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Teenage-voiced Oberst grows up

Album review of Conor Oberst’s “Upside Down Mountain”

By Huong Truong | May 21, 2014

Tags: Music Reviews

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Need an album to play in the background as you ponder some of life’s most philosophical questions? Conor Oberst’s new album, “Upside Down Mountain,” works perfectly. Almost ten years after his 2005 release, “I’m Wide Awake It’s Morning” with his band Bright Eyes, Oberst again inspires his listeners with a solo album touching upon his fascination of life, love and maturity.

Oberst masters his quivering voice, strategically emphasizing his simplistic yet deep lyrics. The quivering may get redundant. However, the album does well expressing its variety of songs, from the upbeat “Hundreds of Ways” to the more somber “Night at Lake Unknown.”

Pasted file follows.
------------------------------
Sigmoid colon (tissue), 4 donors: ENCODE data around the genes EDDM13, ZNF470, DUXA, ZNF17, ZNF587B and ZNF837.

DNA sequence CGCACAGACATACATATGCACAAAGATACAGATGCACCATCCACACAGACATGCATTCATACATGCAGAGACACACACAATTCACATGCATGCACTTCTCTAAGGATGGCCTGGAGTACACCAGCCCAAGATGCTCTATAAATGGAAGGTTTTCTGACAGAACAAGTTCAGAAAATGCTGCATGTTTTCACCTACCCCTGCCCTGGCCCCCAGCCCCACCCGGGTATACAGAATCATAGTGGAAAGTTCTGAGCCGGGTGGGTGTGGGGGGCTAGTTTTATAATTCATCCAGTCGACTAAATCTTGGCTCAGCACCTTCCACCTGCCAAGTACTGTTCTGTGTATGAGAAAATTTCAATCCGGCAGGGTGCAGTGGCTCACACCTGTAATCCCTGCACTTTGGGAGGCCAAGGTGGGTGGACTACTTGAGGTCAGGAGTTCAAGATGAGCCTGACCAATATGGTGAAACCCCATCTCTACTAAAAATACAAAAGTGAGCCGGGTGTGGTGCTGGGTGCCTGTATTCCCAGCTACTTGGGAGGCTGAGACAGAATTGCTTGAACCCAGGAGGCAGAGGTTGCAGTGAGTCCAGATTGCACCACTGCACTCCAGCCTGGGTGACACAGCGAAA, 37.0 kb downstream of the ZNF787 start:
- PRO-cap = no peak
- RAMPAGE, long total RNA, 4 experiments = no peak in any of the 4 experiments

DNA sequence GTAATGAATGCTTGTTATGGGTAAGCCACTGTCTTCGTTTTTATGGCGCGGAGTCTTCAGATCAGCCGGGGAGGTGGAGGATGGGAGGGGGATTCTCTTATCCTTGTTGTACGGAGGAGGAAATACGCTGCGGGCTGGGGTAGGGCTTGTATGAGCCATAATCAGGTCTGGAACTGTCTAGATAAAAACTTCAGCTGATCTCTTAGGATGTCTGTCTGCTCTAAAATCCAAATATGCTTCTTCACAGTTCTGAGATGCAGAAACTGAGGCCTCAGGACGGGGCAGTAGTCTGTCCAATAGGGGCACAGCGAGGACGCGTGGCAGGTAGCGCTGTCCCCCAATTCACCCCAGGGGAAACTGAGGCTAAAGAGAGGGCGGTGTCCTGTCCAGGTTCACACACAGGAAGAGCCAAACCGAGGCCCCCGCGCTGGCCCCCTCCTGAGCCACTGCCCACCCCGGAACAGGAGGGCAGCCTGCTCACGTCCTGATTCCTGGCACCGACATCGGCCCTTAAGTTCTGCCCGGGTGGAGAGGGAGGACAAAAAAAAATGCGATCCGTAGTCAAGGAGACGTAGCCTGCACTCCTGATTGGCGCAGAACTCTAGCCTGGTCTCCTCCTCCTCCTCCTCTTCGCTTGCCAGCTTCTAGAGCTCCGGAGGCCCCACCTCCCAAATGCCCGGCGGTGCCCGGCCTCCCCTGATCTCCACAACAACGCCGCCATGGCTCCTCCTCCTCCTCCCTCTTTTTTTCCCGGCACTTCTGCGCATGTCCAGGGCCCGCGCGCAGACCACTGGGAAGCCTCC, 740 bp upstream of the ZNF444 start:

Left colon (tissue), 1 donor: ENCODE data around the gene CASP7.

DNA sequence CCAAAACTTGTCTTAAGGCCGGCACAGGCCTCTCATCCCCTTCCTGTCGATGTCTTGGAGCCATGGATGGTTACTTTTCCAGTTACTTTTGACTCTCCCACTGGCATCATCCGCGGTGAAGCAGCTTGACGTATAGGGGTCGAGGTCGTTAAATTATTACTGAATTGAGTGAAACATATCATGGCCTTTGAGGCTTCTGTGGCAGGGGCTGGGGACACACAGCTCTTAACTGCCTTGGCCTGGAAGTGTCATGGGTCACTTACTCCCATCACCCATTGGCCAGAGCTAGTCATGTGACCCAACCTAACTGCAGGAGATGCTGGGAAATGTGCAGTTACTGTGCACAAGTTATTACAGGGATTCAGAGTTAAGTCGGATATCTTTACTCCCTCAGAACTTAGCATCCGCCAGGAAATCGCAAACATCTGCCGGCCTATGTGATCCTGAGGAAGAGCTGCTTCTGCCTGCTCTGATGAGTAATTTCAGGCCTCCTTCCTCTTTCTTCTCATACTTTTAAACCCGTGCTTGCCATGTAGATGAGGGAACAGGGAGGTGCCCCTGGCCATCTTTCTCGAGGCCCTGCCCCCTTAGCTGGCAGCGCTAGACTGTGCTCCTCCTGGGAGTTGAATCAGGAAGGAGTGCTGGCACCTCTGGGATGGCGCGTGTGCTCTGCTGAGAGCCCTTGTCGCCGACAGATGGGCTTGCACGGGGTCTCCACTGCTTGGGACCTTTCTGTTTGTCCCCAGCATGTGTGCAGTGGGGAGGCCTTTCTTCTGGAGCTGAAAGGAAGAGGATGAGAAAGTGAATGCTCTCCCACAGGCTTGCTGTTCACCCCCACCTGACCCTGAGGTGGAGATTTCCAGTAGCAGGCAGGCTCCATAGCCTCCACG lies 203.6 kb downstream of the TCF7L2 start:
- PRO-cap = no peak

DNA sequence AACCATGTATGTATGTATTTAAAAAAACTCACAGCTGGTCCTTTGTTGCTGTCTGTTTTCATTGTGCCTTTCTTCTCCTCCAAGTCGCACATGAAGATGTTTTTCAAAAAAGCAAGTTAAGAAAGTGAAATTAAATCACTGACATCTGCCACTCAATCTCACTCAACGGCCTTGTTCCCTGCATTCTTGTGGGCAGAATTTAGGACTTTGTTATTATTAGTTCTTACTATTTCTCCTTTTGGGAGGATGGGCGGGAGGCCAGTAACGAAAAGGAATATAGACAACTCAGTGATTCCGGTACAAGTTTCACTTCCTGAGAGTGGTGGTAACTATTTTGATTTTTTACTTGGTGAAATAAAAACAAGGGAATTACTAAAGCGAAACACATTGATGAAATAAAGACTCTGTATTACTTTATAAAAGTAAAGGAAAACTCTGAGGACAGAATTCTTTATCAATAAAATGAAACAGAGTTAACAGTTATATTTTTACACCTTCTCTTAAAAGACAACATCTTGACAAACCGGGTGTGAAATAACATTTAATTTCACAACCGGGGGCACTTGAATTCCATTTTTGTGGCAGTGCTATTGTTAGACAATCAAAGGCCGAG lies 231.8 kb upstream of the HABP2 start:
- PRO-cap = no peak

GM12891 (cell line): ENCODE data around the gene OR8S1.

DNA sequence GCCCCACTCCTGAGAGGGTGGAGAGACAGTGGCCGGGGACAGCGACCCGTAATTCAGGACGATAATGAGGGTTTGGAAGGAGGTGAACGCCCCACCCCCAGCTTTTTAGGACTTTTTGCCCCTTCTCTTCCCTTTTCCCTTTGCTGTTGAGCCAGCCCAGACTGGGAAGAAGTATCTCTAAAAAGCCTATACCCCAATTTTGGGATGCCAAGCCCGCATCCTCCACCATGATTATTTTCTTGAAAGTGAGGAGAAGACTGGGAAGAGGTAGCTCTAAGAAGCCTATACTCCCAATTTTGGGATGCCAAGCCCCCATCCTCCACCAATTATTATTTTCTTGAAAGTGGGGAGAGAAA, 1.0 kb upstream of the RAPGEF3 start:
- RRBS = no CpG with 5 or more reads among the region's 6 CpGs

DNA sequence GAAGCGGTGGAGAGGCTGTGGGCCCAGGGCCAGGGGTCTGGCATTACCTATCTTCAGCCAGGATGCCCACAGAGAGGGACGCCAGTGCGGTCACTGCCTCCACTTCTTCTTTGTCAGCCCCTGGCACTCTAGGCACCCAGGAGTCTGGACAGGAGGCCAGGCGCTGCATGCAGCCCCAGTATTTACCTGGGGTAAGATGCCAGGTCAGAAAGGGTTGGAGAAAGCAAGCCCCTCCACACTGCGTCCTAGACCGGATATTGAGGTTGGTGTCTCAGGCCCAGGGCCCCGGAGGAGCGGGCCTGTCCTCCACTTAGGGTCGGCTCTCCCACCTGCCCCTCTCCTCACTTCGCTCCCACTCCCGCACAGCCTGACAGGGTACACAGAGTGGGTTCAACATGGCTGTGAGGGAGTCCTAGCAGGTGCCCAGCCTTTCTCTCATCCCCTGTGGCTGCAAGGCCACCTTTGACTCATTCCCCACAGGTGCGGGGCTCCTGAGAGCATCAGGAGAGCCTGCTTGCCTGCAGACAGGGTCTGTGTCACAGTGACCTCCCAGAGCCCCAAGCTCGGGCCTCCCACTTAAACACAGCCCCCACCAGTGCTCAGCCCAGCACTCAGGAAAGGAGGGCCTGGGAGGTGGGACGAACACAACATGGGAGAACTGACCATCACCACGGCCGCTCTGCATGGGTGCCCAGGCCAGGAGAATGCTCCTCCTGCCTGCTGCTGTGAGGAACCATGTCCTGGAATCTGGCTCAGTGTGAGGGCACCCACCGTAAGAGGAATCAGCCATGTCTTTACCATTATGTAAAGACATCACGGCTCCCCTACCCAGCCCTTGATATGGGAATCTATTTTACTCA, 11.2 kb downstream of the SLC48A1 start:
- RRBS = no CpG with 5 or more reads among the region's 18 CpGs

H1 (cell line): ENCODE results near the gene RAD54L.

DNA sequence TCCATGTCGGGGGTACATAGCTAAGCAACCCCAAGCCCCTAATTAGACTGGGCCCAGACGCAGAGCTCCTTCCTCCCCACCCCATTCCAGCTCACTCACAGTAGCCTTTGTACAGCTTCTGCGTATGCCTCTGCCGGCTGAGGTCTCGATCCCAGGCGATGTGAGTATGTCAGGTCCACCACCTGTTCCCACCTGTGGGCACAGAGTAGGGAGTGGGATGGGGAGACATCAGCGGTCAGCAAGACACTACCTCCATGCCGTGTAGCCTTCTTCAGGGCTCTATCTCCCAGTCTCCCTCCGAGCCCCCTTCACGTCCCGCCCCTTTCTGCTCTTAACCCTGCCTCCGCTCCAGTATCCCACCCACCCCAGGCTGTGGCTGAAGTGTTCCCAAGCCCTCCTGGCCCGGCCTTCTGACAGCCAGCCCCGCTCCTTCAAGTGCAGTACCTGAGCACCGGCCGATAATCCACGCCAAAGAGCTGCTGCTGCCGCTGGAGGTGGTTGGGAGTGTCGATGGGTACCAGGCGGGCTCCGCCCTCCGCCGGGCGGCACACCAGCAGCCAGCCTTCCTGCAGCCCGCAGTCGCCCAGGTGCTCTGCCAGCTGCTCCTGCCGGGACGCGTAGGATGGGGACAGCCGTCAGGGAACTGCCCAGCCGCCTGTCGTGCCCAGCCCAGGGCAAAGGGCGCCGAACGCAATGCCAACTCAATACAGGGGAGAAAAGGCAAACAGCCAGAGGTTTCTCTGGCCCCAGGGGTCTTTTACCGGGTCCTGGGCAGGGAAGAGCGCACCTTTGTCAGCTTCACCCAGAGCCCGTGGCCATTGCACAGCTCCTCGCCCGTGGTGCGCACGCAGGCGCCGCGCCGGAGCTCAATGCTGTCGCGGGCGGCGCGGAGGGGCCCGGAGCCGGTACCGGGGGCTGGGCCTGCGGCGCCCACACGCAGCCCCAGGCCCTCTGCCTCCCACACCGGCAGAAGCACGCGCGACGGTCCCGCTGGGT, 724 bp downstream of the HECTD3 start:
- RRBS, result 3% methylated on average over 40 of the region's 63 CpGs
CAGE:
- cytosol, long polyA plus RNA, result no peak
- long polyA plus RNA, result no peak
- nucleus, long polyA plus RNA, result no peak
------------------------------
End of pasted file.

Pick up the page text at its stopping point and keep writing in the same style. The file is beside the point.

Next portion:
Like Oberst professes, “It ain’t perfect/Nothing is” in “Double Life,” his new album is not perfect. His voice becomes monotonous at times, but the meat of his work lies not in the shaky teenage-like vocals. The best contribution of “Upside Down Mountain” remains in Oberst’s writing. The folk artist’s lyrics are profound and mature. “Common Knowledge” reflects upon “love’s illusion” and “You Are Your Mother’s Child” goes through the nostalgia of a parent watching his child grow up.

Overall, the album is a charming, laid-back listen. Grab some coffee, stare out a window and press play. Just as “there are hundreds of ways to get through the day,” there are countless of ways to get through this album.

MOVE gives Conor Oberst’s “Upside Down Mountain” 4 out of 5 stars.

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